Possibly, Mishra's description of thesis and antithesis between West and Asia is really in the end the prelude to the synthesis of various intellectual streams. Maybe Mishra started off pace Huntington and ended up pace Fukayama.
Anyway, what is Asia? It works geographically, although Europe is not a continent, but a peninsula. It doesn't work as a definition. It is too broad. The West as a definition is bad enough, but Asia?
After all this harping on the book, it was a good read, and one which I can say has altered my thinking. ( )
  RobertP | Mar 16, 2013 |
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Amazon.com Product Description (ISBN 0374249598, Hardcover)

A surprising, gripping narrative depicting the thinkers whose ideas shaped contemporary China, India, and the Muslim world

     A little more than a century ago, as the Japanese navy annihilated the giant Russian one at the Battle of Tsushima, original thinkers across Asia, working independently, sought to frame a distinctly Asian intellectual tradition that would inform and inspire the continent’s anticipated rise to dominance.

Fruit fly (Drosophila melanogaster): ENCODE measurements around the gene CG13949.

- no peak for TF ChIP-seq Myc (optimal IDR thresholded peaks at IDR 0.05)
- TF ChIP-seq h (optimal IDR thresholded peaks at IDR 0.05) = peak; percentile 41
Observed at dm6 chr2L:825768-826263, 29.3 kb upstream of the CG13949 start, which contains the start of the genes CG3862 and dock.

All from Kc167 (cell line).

Asian dominance did not come to pass, and those thinkers—Tagore, Gandhi, and later Nehru in India; Liang Qichao and Sun Yatsen in China; Jamal al-Din al-Afghani and Abdurreshi al Ibrahim in the ruins of the Ottoman Empire—are seen as outriders from the main anticolonial tradition. But Pankaj Mishra shows that it was otherwise in this stereotype-shattering book. His enthralling group portrait of like minds scattered across a vast continent makes clear that modern Asia’s revolt against the West is not the one led by faith-fired terrorists and thwarted peasants but one with deep roots in the work of thinkers who devised a view of life that was neither modern nor antimodern, neither colonialist nor anticolonialist. In broad, deep, dramatic chapters, Mishra tells the stories of these figures, unpacks their philosophies, and reveals their shared goal of a greater Asia.
    Right now, when the emergence of a greater Asia seems possible as at no previous time in history, From the Ruins of Empire is as necessary as it is timely—a book essential to our understanding of the world and our place in it.

(retrieved from Amazon Mon, 30 Sep 2013 13:33:10 -0400)

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Provides an overview of the great thinkers and philosophical leaders from across Asia who helped change and shape the modern continent, including Tagore and Gandhi in India, Liang Qichao in China and Abdurreshi al Ibrahim in the Ottoman Empire.